Xiaomi Mi 4 vs Samsung Galaxy S5
The Mi 4 sports a 13-megapixel camera with lots of shooting options, but still image quality is not perfect. The Galaxy S5 has a 16-megapixel main cam that captures more detailed images.
The Xiaomi Mi 4 comes with a 13-megapixel main camera, while the Galaxy S5 sports a 16-megapixel shooter, both coming with a single LED flash. Up front, the Mi 4 has a bigger than usual, 8-megapixel camera, while the S5 makes do with a 2-megapixel selfie cam.
The Mi 4’s average-sized, 1/3.06” 13-megapixel Sony IMX214 sensor comes with a 4:3 native ratio, while the Galaxy S5 sports a larger, 1/2.6” 16-megapixel Samsung-made sensor with a 16:9 native aspect ratio. These sensor sizes result in a pixel pitch of the quite tiny 1.1 micron on both cameras. In terms of optics, the Mi 4 comes with a very fast, f/1.8 29mm lens, while the lens on the S5 is a slower, f/2.2 one with 31mm focal length.
The Mi 4 camera looks a bit similar to that of the iPhone, but it also has a lot of hidden menus and settings. Swipe from left to right on the viewfinder, and you get to see all sorts of options, giving you control over many aspects. The Galaxy S5 camera allows a similar, deep level of control over most settings.
When it comes to image quality, the Mi 4 is a good performer that has some issues holding it back from being truly outstanding. On the positive side, images have a decent amount of detail (especially in the center), and colors are mostly nice and true-to-life. On the downside, detail in the corners is often blurred, and the handset tends to prefer higher ISOs resulting in noisier images. Also, white balance is occasionally misjudged, but those are rather the exception than the rule. The Galaxy S5, in comparison, captures images that are more rich in detail and have consistently great colors, overall a step above the photographs of the Mi 4.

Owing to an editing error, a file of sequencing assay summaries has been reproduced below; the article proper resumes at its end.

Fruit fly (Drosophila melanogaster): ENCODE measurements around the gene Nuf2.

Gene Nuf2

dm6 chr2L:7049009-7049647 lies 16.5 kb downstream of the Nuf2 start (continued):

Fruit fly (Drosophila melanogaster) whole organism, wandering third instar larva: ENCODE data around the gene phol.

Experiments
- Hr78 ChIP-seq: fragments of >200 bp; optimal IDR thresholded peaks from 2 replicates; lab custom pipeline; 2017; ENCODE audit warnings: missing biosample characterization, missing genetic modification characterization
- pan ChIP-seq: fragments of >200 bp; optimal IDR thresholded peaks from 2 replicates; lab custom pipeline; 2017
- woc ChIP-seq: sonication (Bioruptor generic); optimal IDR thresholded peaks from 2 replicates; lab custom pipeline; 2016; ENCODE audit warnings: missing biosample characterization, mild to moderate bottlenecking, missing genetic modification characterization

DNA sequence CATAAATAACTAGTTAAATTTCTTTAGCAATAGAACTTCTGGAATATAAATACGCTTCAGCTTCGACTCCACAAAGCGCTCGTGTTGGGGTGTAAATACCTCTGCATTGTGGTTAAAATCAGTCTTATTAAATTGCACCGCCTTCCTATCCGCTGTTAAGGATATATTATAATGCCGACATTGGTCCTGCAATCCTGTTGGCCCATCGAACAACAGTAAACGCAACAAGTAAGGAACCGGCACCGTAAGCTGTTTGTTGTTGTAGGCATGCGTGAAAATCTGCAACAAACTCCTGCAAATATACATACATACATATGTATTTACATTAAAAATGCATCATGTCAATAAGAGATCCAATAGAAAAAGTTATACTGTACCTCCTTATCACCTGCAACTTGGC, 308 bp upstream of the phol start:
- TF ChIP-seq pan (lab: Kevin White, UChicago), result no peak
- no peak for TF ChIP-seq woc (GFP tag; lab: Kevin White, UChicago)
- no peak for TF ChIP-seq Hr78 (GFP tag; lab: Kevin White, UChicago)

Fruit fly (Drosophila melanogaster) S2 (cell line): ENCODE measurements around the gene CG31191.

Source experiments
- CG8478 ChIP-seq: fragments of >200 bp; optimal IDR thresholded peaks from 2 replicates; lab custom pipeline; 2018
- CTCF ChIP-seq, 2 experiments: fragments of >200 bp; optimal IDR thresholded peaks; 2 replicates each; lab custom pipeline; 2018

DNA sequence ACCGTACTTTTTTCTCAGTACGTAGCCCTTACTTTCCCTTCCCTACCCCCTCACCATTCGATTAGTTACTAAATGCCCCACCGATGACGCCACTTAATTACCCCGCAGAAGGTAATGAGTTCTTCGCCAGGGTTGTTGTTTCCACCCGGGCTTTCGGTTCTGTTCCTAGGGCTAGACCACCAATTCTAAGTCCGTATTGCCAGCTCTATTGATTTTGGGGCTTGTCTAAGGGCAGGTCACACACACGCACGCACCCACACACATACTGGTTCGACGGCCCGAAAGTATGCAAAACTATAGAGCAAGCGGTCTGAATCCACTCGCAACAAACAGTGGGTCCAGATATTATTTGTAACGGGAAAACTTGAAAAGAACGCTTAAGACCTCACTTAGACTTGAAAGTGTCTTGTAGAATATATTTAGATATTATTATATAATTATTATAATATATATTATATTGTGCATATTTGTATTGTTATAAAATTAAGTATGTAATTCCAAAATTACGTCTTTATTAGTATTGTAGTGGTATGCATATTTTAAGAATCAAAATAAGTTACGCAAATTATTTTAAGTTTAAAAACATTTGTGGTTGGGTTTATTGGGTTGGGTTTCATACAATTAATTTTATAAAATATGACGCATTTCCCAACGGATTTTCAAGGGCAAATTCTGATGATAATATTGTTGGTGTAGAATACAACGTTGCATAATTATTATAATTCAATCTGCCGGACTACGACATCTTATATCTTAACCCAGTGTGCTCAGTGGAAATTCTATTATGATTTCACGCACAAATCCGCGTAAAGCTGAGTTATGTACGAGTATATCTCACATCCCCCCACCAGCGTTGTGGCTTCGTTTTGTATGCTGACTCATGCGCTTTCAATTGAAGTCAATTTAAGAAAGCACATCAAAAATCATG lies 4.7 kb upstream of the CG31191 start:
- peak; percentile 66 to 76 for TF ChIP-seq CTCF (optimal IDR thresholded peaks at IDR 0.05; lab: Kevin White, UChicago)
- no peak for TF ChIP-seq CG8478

Turning over to video recording, both the Mi 4 and Galaxy S5 are capable of recording 4K video recording at 30 frames per second and 1080p. 4K video looks good on both, but it is the Galaxy S5 that captures the more pleasing recordings: with more vibrant colors, way faster and more accurate focusing (while the Mi 4’s camera focus is unstable), and higher level of detail. Unfortunately, neither handset has optical image stabilization, which results in jittery video.
Media is an enjoyable experience, but Xiaomi is obviously crossing some legal borders with its free music service.
The Xiaomi Mi 4 is a great device for media with rich apps and has no problem playing back all sorts of different video encodings, but practically the same can be said about the Galaxy S5.
The music app on the Mi 4, however, is where things get interesting - it offers all the usual options, but in addition to all of the music categorization and playback options, it also serves as a free music streaming service. It’s like having Spotify Premium, without paying any money, and without having to listen to any ads. Is it legal? We doubt that, and probably apps like the music player are part of the reason why Xiaomi handsets are not being officially sold in the Western world. If Xiaomi's handset ever reach Western shores, we highly doubt that its music service will be intact, at least not in its current form.
In terms of music playback, the loudspeaker on both the Mi 4 and S5 is good but not great. The Mi 4 in particular is not among the loudest, and it lacks in depth. The S5 is a bit louder, but both sound similarly average in terms of clarity of sound.